If you watch musicals from the 1950s or teen comedies from the 1990s, you find a lot of movies with different titles but the themes and plotlines barely change; two friends competing for a girl in the former or some teen wants to improve another teen, who becomes really popular, in the latter.

It's not that Hollywood lacks imagination, we are naturally drawn toward a specific set of universal narratives within cultural products, says a new paper. We have evolved to like stories about Superman saving strangers or Brad Pitt fighting zombies. 

It's evolutionary consumerism, says Concordia University marketing professor Gad Saad. Little in consumer behavior can be fully understood without the guiding light of evolution, he writes in the Journal of Consumer Psychology. It's not just films, of course, that would be silly.  Pop music lyrics are "one of the most direct windows to our evolved mating psychology", Saad says. From Bieber to Beyoncé, it's all about signaling wealth and finding a mate. 

The focus of 90% of songs is on universal sex-specific preferences in the attributes we desire in prospective mates, Saad notes Male singers show off their wealth and engage in conspicuous consumption via high status brand mentions while women denigrate men of low social status.

It's just who we are. So if the girl group Destiny's Child sings about being "Bootylicious", Darwin himself would want to get behind Beyoncé. Makes total sense when you think about it.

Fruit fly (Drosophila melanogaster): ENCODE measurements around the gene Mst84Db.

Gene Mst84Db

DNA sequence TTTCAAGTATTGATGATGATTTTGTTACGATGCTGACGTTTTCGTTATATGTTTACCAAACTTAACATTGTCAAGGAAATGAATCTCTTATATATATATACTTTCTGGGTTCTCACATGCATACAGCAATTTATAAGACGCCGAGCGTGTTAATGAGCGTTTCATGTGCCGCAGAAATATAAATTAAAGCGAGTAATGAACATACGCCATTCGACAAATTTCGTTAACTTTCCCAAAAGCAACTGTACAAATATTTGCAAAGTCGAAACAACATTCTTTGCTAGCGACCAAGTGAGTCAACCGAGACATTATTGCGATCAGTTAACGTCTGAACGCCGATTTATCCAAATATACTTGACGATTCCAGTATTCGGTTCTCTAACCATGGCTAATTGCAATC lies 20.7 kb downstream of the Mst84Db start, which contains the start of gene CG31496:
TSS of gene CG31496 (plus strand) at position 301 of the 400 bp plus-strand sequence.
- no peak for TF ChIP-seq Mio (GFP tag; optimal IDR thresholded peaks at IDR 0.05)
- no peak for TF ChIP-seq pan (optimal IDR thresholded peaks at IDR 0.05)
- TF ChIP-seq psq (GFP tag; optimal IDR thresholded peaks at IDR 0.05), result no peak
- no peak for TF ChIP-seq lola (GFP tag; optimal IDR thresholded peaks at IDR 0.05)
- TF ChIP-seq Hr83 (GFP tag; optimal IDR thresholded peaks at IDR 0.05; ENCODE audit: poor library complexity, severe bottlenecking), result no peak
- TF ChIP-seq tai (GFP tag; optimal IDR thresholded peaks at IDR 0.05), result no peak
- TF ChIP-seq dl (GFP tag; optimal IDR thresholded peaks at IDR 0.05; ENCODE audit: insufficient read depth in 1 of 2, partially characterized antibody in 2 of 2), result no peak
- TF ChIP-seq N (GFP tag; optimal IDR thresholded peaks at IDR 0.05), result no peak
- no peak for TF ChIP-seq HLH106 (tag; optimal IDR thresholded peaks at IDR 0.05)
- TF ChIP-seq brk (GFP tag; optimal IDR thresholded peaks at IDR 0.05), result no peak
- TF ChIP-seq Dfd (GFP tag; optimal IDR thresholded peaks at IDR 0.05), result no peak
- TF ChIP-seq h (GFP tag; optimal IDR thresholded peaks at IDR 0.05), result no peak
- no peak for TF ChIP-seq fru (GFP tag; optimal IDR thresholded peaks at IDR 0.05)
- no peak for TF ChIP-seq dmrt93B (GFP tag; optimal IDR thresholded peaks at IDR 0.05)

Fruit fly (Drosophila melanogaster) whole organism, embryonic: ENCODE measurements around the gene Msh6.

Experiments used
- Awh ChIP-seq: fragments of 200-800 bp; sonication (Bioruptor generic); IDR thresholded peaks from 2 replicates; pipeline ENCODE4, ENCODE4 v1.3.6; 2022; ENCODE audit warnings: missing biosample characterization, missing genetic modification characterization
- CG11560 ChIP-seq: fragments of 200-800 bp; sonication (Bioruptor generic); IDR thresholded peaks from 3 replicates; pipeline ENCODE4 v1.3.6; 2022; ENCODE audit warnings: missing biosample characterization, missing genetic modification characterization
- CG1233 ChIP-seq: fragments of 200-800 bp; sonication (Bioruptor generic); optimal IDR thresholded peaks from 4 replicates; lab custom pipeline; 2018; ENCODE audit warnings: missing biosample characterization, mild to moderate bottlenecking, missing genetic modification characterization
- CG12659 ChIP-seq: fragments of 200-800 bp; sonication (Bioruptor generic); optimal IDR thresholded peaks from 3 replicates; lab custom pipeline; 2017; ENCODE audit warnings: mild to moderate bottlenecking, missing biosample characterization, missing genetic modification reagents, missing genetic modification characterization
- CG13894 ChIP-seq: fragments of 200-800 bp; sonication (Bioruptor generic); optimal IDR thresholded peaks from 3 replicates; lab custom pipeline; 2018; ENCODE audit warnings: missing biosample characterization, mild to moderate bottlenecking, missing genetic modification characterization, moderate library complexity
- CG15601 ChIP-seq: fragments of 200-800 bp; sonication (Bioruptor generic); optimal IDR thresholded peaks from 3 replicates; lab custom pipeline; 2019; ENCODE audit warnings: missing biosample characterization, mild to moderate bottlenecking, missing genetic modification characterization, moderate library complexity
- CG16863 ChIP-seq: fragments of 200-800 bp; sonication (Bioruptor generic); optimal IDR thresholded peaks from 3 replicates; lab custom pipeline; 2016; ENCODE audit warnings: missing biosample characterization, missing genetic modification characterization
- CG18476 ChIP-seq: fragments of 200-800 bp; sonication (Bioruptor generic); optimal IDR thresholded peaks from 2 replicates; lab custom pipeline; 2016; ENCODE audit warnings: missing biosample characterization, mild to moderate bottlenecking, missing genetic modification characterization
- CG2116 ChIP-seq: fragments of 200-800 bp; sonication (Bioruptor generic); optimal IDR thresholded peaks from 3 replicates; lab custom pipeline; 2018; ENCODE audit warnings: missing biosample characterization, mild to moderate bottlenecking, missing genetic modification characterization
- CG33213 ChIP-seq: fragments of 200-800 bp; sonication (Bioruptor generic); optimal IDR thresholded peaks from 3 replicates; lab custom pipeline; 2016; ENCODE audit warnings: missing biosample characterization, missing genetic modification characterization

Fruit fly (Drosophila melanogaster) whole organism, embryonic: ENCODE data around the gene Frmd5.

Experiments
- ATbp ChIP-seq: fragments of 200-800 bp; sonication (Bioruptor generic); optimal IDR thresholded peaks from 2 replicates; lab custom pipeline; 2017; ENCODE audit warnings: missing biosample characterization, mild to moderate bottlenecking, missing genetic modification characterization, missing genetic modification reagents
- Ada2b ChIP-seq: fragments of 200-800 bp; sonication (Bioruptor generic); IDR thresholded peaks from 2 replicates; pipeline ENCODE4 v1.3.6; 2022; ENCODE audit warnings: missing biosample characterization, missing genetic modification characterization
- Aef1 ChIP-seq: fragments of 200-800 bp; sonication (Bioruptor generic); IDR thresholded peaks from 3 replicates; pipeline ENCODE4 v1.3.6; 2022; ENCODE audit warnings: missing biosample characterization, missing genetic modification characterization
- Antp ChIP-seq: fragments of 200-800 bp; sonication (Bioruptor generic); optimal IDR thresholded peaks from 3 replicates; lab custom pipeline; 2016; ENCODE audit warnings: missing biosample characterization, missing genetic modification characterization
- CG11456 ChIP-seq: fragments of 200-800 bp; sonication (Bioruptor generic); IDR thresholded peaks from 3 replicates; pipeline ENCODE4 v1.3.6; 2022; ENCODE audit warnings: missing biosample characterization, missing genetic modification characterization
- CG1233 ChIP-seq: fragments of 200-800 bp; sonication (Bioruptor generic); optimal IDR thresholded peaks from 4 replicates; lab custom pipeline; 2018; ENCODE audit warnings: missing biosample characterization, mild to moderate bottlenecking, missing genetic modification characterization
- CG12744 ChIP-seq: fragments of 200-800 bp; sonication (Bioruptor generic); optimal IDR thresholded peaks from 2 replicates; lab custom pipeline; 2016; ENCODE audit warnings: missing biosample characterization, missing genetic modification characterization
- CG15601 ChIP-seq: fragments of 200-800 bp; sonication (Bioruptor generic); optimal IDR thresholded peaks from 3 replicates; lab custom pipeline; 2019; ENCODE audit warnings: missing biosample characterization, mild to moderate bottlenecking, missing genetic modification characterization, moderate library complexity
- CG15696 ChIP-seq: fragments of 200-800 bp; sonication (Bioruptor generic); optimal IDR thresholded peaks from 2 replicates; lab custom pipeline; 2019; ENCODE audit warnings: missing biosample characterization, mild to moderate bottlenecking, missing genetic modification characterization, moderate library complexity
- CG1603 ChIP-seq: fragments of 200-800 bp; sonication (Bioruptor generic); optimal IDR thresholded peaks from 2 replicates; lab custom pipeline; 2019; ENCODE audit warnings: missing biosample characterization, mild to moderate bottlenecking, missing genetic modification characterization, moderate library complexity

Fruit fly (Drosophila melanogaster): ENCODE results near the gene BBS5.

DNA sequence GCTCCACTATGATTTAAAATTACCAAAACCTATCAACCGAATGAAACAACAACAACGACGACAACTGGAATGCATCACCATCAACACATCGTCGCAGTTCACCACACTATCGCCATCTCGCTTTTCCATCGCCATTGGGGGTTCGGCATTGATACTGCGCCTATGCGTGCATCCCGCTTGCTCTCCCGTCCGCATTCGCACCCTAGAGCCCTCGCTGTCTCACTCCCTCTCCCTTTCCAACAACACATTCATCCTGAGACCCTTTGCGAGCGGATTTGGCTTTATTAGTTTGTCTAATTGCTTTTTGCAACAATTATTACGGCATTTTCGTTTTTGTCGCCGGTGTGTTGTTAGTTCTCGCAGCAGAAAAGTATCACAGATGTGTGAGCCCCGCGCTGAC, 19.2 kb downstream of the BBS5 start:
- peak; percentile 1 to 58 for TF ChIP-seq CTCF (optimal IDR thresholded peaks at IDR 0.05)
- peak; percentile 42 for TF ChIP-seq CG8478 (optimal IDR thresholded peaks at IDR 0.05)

"The human drive to consume is rooted in a shared biological heritage based around four key Darwinian factors: survival, reproduction, kin selection and reciprocal altruism. These fundamental evolutionary forces shape the narratives that are created by film producers or song writers," says Saad, who holds the Concordia University Research Chair in Evolutionary Behavioural Sciences and Darwinian Consumption in the Business School.  "Romance novels, pop songs and movie plotlines always come back to the Darwinian themes of survival (injuries and deaths), reproduction (courtships, sexual assaults, reputational damage), kin selection (the treatment of one's progeny), and altruistic acts (heroic attempts to save a stranger's life). Movies, television shows, song lyrics, romance novels, collective wisdoms, and countless other cultural products are a direct window to our biologically based human nature." 

It's not just cultural products that demonstrate the evolutionary roots of what Saad terms "Homo consumericus." From the food we eat to the clothing we buy, we're always under the influence of evolution. That's bad news for politicians who want to ban Big Gulps. They are being anti-biology. 

For Saad, the practical implications are clear: "In order to achieve commercial success, cultural products typically have to offer content that is congruent with our evolved human nature." That means that Clark Kent will fall for Lois Lane while Superman saves the planet for a long time to come.